Russian Revolution: A Contested Legacy
Publisher: International Print Center New York (October 12, 2017)
In concurrence with two-person exhibition of Anton Ginzburg and Yevgeniy Fiks
Paperback: 28 pages
Essay by Masha Chlenova
Russian Revolution: A Contested Legacy, commemorating the centennial of the 1917 Russian Revolution, looks beyond the canon of the Russian avant-garde to focus on three avenues of individual freedoms sought by the fledgling socialist society: the equality and emancipation of women; internationalism, including racial equality and the rights of ethnic minorities in Russia, especially Jews; and sexual and gay liberation.
By placing a selection of historical printed works by key Russian avant-garde artists of the 1920s and 1930s, including such well-known names as Gustav Klucis, El Lissitzky, and Elizaveta Ignatovich, in dialogue with contemporary works by Russian-born, New York-based artists Yevgeniy Fiks and Anton Ginzburg, the exhibition evaluates these often-obscured goals of the Revolution and addresses their continued urgency today – in Russia, the United States, and elsewhere.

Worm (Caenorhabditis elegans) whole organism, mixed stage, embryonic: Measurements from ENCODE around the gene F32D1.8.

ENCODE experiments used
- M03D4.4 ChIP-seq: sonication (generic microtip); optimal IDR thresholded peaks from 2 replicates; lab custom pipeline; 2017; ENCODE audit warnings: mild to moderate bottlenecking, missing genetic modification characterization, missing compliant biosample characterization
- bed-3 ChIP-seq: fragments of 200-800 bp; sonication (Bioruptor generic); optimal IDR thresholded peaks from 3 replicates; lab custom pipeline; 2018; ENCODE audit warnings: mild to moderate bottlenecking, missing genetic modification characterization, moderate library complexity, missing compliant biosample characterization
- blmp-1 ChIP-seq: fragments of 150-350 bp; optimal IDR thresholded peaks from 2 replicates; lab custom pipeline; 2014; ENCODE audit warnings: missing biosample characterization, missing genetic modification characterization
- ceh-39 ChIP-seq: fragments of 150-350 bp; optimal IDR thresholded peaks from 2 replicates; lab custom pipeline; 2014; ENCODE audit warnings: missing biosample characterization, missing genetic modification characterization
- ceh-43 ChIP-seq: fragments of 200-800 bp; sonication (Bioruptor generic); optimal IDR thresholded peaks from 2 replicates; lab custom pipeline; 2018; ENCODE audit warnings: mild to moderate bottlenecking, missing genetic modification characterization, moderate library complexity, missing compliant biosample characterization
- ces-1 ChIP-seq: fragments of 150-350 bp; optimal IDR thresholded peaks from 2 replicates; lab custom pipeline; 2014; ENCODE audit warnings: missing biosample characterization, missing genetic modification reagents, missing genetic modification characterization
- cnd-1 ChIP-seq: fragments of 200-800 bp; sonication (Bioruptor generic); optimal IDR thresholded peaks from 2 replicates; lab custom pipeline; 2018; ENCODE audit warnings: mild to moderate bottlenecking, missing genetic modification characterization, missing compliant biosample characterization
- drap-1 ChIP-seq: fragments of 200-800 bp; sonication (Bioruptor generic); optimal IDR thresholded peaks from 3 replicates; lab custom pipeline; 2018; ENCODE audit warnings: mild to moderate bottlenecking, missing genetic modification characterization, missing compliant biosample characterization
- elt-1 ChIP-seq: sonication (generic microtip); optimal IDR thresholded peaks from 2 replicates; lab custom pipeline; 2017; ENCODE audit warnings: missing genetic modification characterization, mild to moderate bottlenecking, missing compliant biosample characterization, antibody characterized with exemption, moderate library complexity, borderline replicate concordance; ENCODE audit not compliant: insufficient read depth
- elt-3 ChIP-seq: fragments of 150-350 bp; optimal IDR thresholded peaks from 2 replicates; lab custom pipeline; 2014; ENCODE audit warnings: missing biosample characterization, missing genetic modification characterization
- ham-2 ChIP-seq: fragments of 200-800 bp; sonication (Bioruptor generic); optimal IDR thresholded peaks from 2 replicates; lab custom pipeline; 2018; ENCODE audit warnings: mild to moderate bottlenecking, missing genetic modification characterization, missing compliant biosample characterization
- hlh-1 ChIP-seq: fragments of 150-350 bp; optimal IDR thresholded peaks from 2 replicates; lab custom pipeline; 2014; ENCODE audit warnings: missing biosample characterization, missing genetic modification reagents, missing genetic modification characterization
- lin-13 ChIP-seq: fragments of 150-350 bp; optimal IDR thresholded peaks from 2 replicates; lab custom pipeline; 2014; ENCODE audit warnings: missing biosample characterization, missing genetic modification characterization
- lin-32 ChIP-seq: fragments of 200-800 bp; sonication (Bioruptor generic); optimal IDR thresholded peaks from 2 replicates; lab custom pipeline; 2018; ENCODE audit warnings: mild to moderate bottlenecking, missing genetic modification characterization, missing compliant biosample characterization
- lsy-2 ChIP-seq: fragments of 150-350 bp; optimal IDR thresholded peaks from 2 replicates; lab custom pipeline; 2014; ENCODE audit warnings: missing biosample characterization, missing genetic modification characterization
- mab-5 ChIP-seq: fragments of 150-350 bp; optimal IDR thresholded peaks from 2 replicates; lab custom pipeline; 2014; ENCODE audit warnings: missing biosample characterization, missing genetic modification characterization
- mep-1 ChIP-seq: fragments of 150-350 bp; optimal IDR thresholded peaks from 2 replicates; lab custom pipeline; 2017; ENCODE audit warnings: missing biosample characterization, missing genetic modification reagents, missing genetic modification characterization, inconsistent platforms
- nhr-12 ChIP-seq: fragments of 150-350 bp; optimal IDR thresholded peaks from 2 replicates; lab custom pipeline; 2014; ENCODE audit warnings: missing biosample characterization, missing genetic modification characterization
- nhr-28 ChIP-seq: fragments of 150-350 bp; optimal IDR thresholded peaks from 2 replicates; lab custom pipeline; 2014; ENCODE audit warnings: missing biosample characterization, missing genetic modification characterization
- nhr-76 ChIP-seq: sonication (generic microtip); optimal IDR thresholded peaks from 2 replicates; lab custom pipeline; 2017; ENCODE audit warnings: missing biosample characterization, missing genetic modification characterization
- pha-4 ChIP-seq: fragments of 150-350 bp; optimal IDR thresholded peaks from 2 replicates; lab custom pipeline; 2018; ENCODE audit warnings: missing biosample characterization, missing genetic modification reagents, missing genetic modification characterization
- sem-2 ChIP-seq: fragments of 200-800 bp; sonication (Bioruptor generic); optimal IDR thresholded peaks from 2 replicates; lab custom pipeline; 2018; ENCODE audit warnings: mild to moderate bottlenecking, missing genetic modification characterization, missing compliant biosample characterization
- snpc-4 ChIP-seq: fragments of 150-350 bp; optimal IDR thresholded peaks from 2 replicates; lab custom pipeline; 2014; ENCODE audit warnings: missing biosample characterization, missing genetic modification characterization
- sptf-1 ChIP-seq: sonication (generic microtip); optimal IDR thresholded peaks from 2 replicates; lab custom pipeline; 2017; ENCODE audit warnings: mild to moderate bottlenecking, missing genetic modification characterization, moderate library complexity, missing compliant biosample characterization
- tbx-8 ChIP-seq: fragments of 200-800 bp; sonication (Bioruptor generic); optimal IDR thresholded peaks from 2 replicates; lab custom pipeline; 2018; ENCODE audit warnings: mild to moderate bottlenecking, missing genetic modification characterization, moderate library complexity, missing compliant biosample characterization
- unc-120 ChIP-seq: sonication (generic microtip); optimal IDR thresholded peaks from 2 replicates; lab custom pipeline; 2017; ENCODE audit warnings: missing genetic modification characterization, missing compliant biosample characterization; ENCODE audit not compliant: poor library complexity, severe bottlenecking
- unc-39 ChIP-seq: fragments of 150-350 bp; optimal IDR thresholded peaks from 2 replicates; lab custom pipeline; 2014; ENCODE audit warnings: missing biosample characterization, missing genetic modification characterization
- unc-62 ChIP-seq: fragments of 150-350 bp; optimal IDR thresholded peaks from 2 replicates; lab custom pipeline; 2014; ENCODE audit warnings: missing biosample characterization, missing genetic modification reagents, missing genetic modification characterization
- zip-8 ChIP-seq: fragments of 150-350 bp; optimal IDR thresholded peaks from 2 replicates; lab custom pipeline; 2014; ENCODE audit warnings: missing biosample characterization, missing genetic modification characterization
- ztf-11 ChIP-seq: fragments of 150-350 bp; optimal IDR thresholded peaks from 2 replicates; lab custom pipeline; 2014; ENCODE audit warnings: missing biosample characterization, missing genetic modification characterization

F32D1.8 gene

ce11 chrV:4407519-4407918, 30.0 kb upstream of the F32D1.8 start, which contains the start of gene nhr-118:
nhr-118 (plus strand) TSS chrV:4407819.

The exhibition was accompanied by an extensive brochure designed by Anton Ginzburg and published by IPCNY, featuring an essay by curator Masha Chlenova as well as an illustrated chronology by Chlenova and Yevgeniy Fiks and a bibliography providing further historical context for the material on view.
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